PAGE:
Northwest Credit Unions See Advocacy Wins During 2018 State Legislatures
March 28, 2018
FOR IMMEDIATE RELEASE
SEATAC, WA.—In collaboration with the Northwest Credit Union Association (NWCUA), an advocacy army representing 184 credit unions drove policy advancement wins during the Idaho, Oregon, and Washington state legislative sessions.
Idaho Updates Credit Union Act
The last time the Idaho Credit Union Act saw any significant updates, it cost 32 cents to mail a letter; a gallon of gas was $1.23, and the Spice Girls were all the rage in pop culture.
At that time, Gem State credit unions protected $1.3 billion in financial assets for 389,210 members. There was no such thing as mobile banking, and “share drafts” were about to become the greatest thing since sliced bread (which, by the way, cost $1.17 a loaf.)
In that era and in all years since then, Idaho’s credit unions have done so well serving consumers, that membership soared. Today, Idaho credit unions serve nearly one million members, and protect $8.6 billion of their financial assets. Mobile banking, remote deposit capture, networked ATMs, business loans for Main Street, and other modern services are as common as, well, smartphones, for Idaho’s credit union members in 2018.
A collaborative effort between the Idaho Department of Finance (DFI), credit unions, the Northwest Credit Union Association (NWCUA), and legislative leadership resulted in targeted updates and modernization of the Act governing state-chartered credit unions.
The bill that Governor Butch Otter signed into law modernizes Board, Supervisory Committee, and credit union bond requirements.
Unlimited Public Funds and Cannabis Banking Advance in Washington
In an historic moment March 22, Washington Governor Jay Inslee signed a credit union priority bill into law, which will give local governments smarter options for their public funds deposits. Currently, those municipal governments’ deposits in credit unions are capped at $250,000, limiting their ability to make competitive choices.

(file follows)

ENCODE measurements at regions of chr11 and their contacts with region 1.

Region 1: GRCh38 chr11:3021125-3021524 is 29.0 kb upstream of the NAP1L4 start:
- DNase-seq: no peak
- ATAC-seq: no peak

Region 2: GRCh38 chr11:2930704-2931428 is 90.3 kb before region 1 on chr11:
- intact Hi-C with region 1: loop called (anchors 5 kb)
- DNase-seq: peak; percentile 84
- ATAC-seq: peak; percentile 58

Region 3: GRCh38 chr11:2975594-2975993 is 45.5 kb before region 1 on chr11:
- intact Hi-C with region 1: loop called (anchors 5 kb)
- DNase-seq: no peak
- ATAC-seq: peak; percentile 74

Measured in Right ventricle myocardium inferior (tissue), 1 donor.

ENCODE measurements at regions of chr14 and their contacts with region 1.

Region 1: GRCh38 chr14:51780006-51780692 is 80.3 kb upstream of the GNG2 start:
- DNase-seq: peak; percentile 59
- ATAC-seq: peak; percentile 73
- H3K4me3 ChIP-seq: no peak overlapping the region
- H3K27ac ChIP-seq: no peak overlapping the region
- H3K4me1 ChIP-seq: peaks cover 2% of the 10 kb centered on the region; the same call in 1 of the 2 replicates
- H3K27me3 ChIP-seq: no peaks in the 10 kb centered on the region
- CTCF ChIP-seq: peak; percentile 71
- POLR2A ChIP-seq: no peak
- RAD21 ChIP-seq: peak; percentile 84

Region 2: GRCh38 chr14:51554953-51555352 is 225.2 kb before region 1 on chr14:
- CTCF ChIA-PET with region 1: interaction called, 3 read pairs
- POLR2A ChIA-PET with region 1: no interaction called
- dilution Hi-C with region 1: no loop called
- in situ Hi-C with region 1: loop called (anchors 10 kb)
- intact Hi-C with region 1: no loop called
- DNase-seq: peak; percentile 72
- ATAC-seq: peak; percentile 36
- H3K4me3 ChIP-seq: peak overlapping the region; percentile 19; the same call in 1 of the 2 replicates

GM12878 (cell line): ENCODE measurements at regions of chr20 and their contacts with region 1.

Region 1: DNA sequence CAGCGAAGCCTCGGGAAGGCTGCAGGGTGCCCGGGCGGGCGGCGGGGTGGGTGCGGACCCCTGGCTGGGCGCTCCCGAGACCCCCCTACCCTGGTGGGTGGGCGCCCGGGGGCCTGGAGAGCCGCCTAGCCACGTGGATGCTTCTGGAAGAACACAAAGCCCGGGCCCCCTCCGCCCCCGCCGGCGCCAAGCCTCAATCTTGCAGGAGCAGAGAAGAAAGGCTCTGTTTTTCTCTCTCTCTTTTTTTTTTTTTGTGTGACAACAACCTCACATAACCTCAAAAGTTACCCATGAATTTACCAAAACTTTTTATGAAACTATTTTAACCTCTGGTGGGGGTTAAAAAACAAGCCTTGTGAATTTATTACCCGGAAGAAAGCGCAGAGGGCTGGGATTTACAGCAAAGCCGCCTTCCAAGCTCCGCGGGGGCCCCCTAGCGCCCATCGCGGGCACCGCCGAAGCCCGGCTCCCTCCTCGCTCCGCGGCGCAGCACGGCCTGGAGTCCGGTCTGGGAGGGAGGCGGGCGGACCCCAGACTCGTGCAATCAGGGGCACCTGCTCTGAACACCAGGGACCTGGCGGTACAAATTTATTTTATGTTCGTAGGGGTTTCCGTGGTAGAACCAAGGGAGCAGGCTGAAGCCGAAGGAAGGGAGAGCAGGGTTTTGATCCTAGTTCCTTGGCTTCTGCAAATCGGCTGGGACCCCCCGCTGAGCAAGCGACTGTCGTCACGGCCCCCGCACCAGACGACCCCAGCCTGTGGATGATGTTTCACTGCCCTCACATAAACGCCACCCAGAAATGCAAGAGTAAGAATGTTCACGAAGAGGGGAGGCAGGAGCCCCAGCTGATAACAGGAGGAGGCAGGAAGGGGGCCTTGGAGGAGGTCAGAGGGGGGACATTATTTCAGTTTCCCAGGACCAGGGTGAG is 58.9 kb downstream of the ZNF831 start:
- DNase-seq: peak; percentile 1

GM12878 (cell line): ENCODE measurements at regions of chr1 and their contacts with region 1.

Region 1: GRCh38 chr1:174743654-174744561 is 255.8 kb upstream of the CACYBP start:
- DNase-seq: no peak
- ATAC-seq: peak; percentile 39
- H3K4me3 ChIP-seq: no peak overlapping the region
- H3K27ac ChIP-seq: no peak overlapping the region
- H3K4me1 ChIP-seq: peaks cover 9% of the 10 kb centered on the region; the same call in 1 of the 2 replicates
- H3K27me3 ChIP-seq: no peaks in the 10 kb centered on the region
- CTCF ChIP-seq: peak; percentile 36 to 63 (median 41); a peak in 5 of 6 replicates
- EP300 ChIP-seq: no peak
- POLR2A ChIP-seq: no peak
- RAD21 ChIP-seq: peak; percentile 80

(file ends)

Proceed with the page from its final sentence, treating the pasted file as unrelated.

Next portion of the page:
The new law opens doors for municipalities in 34 of the state’s 39 counties to local financial service and better returns on tax dollars.
Under the new law, municipalities will be able to deposit unlimited public funds above the $250,000 insurance limit, into credit unions located in counties populated by 300,000 or fewer people.
The law takes effect in early June.
“This is watershed legislation,” said NWCUA President and CEO Troy Stang. “Free and fair markets can only thrive when consumers and the municipalities protecting their tax dollars have choice. Now, they will.”
Earlier in the month, Governor Inslee signed legislation exempting financial institutions that provide services to legal marijuana-related businesses, researchers, armored car services, and laboratories, from any state criminal law.
As of the end of 2017, 1,856 legal marijuana businesses were operating in the Evergreen State, generating over $1.4 billion in sales and $315 million in tax revenue. Still, federal law and Justice Department policies saddle the financial services industry serving legal canna businesses, with layers of regulatory red tape. As a result, the businesses are operating in high-cash situations.
The legislation is expected to help get cash off the streets and into safe banking environments.
Oregon approves data breach legislation
The Oregon Legislature adjourned “sine die” eight days ahead of its constitutional deadline—and not before approving SB 1551—important data breach legislation.
The consumer protection bill was passed in direct response to last year’s Equifax data breach that compromised the private information of more than 145 million Americans. Under Senate Bill 1551, consumers will be able to place a credit freeze with each credit reporting agency without cost, at any time for any reason. The removal of a freeze, or temporary lifting of a freeze, also is free.
In addition, the bill will require organizations responsible for a data breach to notify all impacted consumers within 45 days, which will result in credit unions also receiving this critical information in a more timely manner.
“All of these wins were made possible by the steadfast advocacy of Northwest credit unions,” Stang said. “They worked in collaboration with us, creating a policy advancement agenda that best supports the 6.5 million Northwest consumers who’ve made the choice to be part of the cooperative, not-for-profit Credit Union Movement. Northwest advocates were at the table during the planning process and showed up in force to tell their legislators how all of these bills will help Main Street, USA.”
The Northwest Credit Union Association is the not-for-profit trade association representing over 180 credit unions in Idaho, Oregon, and Washington and their 6.5 million consumer members. The NWCUA is the voice of the Northwest credit union movement, providing legislative, regulatory support, and public advocacy in addition to education, compliance, networking, and business solutions to credit unions. For information on how to join a credit union, please visit http://www.asmarterchoice.org.
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